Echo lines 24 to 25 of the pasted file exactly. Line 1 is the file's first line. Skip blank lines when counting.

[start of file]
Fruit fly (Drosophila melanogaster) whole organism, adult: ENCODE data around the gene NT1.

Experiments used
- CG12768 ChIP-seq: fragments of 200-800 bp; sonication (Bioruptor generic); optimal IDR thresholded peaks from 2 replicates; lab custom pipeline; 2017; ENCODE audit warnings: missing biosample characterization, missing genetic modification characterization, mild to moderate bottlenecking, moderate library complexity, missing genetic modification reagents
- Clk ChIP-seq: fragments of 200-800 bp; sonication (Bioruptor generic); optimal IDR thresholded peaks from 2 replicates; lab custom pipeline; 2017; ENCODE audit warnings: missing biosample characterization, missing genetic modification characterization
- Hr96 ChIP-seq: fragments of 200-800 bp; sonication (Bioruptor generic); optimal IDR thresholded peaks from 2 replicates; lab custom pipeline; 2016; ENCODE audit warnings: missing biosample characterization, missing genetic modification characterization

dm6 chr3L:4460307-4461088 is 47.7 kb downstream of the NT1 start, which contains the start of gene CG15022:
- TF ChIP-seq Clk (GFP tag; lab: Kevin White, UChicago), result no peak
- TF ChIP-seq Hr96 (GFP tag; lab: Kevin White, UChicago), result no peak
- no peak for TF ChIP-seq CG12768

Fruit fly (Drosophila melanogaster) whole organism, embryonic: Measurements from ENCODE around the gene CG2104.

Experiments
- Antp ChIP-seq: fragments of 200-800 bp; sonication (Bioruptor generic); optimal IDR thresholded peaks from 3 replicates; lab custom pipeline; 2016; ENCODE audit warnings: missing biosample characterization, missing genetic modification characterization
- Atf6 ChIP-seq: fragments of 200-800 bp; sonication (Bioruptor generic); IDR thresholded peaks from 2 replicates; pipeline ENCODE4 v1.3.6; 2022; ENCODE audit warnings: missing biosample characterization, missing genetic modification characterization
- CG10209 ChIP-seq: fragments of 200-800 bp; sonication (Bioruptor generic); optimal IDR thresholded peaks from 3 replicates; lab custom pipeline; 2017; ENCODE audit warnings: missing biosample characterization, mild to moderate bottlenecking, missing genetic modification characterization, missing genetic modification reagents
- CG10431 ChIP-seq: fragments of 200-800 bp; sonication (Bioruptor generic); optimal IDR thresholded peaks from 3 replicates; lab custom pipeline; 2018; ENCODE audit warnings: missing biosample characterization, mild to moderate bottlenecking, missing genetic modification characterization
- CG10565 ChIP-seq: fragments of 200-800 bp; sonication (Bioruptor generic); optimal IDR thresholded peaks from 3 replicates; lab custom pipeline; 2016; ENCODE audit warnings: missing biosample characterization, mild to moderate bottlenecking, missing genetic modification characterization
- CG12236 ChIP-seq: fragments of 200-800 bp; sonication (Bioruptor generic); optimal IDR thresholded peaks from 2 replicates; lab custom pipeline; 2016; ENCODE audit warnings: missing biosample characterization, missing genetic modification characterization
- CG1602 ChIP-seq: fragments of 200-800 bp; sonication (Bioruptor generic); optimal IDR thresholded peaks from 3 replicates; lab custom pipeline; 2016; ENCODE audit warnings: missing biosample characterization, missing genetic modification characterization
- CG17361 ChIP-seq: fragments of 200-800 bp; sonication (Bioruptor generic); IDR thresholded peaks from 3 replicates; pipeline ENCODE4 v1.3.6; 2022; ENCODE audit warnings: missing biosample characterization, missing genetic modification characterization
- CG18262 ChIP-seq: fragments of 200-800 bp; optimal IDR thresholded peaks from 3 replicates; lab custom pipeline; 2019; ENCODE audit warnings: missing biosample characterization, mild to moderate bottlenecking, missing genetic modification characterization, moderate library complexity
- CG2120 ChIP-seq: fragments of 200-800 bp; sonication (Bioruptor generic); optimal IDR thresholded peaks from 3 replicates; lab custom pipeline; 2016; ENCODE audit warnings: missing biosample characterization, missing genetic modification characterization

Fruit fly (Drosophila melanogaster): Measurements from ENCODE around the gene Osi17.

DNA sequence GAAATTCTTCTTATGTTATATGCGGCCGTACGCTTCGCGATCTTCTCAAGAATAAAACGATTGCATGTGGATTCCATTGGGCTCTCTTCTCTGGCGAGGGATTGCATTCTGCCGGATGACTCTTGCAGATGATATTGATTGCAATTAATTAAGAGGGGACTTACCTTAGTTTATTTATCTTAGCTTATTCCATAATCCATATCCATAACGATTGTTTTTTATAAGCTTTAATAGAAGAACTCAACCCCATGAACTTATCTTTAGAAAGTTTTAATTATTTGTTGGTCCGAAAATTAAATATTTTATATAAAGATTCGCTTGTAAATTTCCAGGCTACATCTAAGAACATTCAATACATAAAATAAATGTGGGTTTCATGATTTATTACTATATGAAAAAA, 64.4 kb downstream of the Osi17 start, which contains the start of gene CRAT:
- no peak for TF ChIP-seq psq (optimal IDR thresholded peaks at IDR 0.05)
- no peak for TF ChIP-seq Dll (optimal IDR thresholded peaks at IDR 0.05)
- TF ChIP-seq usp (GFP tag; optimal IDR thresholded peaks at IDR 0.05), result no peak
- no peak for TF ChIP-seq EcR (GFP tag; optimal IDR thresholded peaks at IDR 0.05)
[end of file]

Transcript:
- no peak for TF ChIP-seq psq (optimal IDR thresholded peaks at IDR 0.05)
- no peak for TF ChIP-seq Dll (optimal IDR thresholded peaks at IDR 0.05)